CD wrote a draft of the section of Variation on ‘Crossing & Sterility’ between 1 April and 16 June 1863 (Variation 2: 85–191; see ‘Journal’ (Correspondence vol. 11, Appendix II)). Scott’s observations on self-sterility and cross-fertility in Oncidium and Maxillaria were briefly discussed in Variation 2: 133, 164.
Scott detailed his observations on self-sterility and cross-fertilisation in the orchid genus Oncidium in a paper read before the Botanical Society of Edinburgh on 14 May 1863 (Scott 1863a). See also Scott 1864b.
CD had been encouraging Scott to experiment on Passiflora since March 1863 (see letter to John Scott, 24 March [1863] and nn. 3 and 4). Scott later published his experiments on Passiflora in Scott 1864d. CD referred to Scott’s results in Variation 2: 137–8. See also Cross and self fertilisation, p. 330.
CD refers to Asa Gray’s observations of pollination in Gymnadenia tridentata (a synonym of Platanthera clavellata, the small green wood orchid), made in July and August 1862 (see Correspondence vol. 10, letters from Asa Gray, 29 July 1862 and 18–19 August 1862), and to the letter from Asa Gray, 22 September 1862 (ibid.). See letter from John Scott, [1–11] April [1863] and n. 13.
See letter from John Scott, [1–11] April [1863] and nn. 16–17. CD subsequently discussed Acropera and Catasetum in ‘Fertilization of orchids’, pp. 153–4 (Collected papers 2: 150–1); see also Orchids 2d ed., pp. 247–57, for mention of these genera, and for further discussion of the rostellum.
The reference is to an article by Joseph Dalton Hooker on the possibility of artificially pollinating flowers of the blue poppy without the involvement of the stigma (J. D. Hooker 1854a). See letter from John Scott, [1–11] April 1863 and n. 19.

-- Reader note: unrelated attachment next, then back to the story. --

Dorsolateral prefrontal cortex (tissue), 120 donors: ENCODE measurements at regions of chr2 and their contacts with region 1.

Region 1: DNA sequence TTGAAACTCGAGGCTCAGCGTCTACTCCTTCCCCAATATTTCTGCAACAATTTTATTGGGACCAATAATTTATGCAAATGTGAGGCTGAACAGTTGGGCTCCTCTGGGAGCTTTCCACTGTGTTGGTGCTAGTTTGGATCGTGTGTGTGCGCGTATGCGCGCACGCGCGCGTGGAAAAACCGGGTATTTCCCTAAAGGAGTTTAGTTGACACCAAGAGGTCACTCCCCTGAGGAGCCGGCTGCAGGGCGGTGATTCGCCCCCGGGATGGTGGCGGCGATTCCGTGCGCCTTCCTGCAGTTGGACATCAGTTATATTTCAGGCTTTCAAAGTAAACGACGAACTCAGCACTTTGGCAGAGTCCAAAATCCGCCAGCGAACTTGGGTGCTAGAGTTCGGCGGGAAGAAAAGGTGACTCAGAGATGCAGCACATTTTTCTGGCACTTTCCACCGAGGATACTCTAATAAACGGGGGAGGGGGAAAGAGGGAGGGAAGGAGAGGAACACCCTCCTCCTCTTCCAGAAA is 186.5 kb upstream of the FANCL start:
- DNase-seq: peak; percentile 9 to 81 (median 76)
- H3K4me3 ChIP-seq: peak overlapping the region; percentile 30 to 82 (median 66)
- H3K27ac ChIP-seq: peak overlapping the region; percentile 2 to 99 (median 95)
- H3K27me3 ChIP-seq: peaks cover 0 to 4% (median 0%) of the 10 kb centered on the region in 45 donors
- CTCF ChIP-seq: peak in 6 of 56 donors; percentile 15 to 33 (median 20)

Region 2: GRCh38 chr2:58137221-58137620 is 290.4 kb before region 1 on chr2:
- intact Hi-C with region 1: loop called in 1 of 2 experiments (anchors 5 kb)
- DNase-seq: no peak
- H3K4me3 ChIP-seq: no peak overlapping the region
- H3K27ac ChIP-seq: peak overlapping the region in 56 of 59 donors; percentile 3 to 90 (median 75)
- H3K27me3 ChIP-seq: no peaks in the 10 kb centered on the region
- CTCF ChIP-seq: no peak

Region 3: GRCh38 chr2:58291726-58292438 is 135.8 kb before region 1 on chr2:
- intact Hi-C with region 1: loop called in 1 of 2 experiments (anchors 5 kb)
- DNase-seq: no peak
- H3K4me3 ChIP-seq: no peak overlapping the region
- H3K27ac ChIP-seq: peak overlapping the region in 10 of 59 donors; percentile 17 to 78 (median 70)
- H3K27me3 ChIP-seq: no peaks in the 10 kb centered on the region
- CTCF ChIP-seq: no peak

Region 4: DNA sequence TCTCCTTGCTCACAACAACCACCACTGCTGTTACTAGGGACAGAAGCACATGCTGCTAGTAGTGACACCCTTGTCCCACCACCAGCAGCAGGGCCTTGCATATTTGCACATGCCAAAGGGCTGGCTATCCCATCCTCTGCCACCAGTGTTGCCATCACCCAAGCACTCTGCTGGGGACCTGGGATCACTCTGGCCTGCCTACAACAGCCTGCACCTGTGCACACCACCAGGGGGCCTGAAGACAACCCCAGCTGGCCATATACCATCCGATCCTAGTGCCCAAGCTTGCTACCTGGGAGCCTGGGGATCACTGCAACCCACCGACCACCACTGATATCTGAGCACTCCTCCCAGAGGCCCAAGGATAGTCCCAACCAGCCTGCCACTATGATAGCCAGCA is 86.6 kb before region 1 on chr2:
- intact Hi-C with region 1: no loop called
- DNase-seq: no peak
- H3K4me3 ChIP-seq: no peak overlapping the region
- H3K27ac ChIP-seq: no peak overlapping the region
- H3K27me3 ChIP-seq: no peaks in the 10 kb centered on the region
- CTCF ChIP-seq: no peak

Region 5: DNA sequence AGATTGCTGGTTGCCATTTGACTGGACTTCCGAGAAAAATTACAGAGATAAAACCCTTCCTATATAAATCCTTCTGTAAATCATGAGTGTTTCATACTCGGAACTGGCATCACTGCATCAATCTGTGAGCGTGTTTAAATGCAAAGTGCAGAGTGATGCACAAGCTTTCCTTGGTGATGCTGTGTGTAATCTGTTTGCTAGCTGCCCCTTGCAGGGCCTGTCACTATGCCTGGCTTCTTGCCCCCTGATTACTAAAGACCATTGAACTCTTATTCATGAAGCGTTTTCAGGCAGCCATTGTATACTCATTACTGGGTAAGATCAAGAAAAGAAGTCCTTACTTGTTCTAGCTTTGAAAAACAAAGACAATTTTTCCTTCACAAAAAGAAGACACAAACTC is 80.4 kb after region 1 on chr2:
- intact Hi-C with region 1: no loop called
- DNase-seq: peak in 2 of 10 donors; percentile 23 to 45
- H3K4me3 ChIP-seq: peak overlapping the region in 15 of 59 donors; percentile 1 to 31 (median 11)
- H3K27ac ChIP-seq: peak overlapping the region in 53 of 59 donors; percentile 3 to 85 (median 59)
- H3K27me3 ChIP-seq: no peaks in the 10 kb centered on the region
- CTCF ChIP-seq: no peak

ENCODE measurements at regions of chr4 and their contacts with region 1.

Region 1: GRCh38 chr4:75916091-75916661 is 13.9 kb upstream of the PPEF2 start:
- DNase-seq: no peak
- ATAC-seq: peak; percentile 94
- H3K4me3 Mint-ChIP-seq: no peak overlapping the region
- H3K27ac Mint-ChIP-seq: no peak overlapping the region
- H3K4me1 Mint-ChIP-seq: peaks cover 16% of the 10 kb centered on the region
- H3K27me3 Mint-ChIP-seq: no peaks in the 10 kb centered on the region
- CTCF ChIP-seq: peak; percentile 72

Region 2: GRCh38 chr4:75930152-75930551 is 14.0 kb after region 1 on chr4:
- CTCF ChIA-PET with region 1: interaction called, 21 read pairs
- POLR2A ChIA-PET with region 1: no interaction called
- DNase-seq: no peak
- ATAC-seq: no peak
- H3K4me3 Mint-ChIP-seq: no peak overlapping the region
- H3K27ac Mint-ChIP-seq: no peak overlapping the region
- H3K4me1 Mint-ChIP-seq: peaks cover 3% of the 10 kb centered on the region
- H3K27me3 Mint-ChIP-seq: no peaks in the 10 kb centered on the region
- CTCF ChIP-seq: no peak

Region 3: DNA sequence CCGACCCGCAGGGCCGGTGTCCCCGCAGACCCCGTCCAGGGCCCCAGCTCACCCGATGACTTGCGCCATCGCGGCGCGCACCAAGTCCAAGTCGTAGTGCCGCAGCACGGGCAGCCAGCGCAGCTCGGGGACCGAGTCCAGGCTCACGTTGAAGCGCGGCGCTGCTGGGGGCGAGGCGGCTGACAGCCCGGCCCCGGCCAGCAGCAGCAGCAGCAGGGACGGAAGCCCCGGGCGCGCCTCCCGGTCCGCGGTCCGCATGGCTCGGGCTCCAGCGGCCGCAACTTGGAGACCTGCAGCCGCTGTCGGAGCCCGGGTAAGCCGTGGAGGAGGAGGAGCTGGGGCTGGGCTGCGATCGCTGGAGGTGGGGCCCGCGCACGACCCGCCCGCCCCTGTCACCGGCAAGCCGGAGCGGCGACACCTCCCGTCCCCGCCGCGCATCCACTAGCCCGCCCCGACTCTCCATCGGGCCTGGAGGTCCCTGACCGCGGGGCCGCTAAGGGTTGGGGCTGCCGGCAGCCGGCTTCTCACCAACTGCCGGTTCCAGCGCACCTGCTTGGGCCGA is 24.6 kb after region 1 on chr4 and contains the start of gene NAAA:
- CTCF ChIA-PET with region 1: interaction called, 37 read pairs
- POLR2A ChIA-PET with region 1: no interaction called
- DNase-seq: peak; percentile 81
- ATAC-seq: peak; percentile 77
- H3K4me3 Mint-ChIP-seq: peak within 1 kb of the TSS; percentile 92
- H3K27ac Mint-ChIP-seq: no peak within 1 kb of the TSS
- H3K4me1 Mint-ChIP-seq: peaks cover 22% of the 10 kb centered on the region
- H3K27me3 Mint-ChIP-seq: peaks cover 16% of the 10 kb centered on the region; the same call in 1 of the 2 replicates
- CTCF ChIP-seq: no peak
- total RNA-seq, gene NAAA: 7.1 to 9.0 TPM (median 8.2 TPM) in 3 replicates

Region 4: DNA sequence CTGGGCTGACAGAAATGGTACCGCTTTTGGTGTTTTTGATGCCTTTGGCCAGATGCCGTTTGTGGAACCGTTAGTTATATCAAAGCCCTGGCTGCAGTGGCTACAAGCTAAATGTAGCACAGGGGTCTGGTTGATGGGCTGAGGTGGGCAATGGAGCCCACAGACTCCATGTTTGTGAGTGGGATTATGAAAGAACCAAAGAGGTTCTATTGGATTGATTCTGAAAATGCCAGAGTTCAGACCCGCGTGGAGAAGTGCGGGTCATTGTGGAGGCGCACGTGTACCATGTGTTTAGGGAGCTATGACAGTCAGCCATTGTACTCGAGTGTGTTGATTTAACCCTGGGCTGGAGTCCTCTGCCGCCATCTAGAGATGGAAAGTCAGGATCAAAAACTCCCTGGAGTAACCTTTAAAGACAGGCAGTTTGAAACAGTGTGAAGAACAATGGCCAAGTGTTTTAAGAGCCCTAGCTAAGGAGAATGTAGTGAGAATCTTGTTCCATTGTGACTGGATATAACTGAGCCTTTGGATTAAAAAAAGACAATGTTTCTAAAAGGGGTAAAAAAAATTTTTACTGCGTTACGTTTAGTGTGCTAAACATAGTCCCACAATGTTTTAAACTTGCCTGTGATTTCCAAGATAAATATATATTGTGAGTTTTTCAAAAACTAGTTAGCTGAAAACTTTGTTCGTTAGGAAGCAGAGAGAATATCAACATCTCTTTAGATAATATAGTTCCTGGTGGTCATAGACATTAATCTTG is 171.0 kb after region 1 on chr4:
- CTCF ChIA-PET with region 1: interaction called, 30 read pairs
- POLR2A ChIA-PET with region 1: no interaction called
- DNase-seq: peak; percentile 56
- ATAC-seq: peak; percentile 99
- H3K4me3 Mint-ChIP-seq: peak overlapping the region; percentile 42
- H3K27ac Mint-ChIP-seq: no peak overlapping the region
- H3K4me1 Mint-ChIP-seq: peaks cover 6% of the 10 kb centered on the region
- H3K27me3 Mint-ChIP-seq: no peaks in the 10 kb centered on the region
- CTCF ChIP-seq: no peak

See letter from John Scott, [1–11] April [1863] and n. 25. Hermann Crüger had observed the emission of pollen-tubes while the pollinia remained in situ in unopened flowers of Epidendreae (see letter from Hermann Crüger, 23 February 1863).
In Orchids, p. 324 n., CD described ‘monstrous’ flowers of Aceras in which pollen germinated and formed pollen tubes while still in the anther. See also letter to John Scott, 24 March [1863], and letter from John Scott, [1–11] April [1863].
See letter from John Scott, [1–11] April [1863]. In his letter to CD of 23 February 1863, Crüger had suggested that the protrusion of pollen-tubes that he had observed in Epidendreae (see n. 10, above) was due to ants carrying stigmatic fluid to the pollen. See also letter to John Scott, 24 March [1863].
Scott had suggested (see letter from John Scott, [1–11] April [1863]) that the pollen-tubes described by Crüger as occurring in unopened orchid flowers (see letter to Journal of Horticulture, [17–24 March 1863]) could be fungal filaments; Scott had observed such filaments in the flowers of Bletia, initially mistaking them for pollen-tubes.